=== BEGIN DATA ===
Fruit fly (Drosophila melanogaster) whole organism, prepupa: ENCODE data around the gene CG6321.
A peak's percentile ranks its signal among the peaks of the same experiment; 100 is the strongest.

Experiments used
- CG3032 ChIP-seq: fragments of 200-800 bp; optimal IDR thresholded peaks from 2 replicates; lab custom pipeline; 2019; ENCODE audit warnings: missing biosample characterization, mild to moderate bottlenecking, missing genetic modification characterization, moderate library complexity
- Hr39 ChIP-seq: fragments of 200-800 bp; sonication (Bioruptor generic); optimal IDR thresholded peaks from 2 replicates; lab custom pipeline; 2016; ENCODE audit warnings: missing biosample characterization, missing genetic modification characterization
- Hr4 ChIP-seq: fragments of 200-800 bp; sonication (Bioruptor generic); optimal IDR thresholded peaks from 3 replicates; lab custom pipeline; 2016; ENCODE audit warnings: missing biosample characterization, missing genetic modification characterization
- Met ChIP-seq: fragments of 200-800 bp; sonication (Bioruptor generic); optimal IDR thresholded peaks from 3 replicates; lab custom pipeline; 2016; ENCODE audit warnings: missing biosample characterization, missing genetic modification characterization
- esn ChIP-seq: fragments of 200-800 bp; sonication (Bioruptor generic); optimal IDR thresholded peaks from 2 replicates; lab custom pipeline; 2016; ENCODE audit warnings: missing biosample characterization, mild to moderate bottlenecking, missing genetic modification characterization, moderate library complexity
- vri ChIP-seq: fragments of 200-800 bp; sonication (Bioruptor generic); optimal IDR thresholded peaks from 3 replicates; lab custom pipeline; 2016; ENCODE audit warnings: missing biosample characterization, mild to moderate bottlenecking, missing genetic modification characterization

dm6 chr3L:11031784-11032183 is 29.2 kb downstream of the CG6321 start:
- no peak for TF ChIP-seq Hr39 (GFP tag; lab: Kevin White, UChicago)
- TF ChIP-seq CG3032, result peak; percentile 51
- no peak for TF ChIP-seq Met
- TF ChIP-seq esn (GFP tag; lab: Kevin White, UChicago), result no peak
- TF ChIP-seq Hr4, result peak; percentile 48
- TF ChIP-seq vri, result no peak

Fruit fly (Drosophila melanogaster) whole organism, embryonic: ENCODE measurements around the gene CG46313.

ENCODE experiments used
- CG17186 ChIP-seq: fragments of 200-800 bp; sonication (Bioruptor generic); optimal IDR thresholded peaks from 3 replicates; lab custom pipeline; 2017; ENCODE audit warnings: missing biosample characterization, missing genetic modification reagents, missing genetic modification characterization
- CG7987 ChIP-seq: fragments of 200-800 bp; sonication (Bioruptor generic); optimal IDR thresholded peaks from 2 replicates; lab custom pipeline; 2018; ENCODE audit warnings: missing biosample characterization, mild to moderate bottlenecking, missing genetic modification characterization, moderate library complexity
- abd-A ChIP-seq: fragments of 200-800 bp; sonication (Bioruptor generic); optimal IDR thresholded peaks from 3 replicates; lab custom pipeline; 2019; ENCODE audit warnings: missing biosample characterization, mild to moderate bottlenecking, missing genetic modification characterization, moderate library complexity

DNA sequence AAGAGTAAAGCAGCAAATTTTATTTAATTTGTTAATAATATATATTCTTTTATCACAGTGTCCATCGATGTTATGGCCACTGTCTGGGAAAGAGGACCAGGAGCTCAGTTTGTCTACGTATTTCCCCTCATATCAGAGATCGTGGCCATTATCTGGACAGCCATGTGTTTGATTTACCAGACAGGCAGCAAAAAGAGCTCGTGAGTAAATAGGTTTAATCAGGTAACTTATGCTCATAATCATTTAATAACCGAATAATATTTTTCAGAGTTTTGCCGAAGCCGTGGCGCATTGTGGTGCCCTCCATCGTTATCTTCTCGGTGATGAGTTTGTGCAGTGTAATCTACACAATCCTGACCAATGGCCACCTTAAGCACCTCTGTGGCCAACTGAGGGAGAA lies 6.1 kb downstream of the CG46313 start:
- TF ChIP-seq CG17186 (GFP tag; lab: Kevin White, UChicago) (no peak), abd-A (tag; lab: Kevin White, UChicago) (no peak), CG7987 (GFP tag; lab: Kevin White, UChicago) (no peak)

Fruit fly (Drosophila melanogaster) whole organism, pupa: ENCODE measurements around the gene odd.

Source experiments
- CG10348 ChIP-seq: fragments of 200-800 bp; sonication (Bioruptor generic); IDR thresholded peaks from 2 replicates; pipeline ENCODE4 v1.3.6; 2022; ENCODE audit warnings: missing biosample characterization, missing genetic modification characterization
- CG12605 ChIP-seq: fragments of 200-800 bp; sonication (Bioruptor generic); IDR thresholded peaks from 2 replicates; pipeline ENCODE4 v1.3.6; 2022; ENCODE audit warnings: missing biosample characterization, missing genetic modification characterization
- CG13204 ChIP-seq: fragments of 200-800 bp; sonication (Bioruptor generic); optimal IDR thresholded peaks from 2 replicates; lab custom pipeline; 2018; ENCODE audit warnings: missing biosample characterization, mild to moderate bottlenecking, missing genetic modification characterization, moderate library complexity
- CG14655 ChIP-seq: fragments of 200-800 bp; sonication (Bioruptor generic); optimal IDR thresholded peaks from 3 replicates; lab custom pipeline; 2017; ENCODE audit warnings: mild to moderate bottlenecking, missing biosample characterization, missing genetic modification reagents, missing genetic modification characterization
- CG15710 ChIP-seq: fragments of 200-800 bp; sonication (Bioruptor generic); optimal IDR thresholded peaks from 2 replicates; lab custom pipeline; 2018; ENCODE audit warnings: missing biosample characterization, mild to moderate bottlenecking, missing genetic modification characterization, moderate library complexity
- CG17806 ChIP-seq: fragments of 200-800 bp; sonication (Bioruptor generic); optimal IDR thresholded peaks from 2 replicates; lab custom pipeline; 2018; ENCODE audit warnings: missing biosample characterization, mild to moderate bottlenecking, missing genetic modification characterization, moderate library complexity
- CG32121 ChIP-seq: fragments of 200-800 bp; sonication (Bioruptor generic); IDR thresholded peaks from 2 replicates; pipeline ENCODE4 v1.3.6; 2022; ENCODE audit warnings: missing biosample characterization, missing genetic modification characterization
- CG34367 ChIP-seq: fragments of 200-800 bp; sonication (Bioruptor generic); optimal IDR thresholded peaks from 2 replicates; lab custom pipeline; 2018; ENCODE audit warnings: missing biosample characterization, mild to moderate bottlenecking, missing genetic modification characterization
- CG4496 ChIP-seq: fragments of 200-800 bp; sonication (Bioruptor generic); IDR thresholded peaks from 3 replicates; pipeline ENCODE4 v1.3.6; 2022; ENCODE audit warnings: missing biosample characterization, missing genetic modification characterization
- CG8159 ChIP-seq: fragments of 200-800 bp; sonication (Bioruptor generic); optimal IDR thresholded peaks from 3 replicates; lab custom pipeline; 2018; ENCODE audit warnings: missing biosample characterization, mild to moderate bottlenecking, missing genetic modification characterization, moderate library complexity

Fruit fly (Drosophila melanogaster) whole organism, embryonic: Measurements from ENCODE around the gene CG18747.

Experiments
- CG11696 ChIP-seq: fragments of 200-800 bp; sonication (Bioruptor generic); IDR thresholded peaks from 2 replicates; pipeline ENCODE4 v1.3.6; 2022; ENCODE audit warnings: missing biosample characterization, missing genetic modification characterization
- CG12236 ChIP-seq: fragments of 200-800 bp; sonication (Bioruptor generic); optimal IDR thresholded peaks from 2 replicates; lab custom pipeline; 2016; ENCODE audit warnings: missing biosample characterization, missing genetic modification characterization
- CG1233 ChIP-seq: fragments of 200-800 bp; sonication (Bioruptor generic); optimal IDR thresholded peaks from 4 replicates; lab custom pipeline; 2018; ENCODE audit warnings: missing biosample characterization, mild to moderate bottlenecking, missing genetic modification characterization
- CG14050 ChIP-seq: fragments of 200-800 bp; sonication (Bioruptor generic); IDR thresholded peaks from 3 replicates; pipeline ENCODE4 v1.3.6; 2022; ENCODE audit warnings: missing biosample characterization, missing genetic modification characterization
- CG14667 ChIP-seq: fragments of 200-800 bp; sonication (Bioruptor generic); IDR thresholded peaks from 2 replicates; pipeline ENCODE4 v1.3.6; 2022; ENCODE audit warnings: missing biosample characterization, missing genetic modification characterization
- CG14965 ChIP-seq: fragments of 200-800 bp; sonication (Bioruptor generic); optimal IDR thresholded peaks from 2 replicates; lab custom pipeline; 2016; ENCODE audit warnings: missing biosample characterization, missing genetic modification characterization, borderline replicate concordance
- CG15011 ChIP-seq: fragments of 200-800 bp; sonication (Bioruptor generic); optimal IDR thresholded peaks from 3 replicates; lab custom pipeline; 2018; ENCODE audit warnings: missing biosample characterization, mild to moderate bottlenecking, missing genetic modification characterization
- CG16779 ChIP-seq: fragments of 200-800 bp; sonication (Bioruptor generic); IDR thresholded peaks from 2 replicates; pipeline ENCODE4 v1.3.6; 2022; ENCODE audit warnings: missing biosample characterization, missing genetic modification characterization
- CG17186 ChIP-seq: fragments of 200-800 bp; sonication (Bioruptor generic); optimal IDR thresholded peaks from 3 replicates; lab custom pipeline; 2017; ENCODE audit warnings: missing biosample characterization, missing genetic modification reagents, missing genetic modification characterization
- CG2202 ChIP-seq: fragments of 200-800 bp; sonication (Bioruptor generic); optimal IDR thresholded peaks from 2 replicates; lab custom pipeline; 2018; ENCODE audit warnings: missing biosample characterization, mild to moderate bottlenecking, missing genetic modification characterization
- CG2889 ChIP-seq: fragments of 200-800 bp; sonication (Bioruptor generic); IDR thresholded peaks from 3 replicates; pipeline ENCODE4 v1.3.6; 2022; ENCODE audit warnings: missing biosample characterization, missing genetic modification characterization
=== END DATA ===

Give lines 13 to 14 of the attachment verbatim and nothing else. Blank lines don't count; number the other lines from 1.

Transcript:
- no peak for TF ChIP-seq Met
- TF ChIP-seq esn (GFP tag; lab: Kevin White, UChicago), result no peak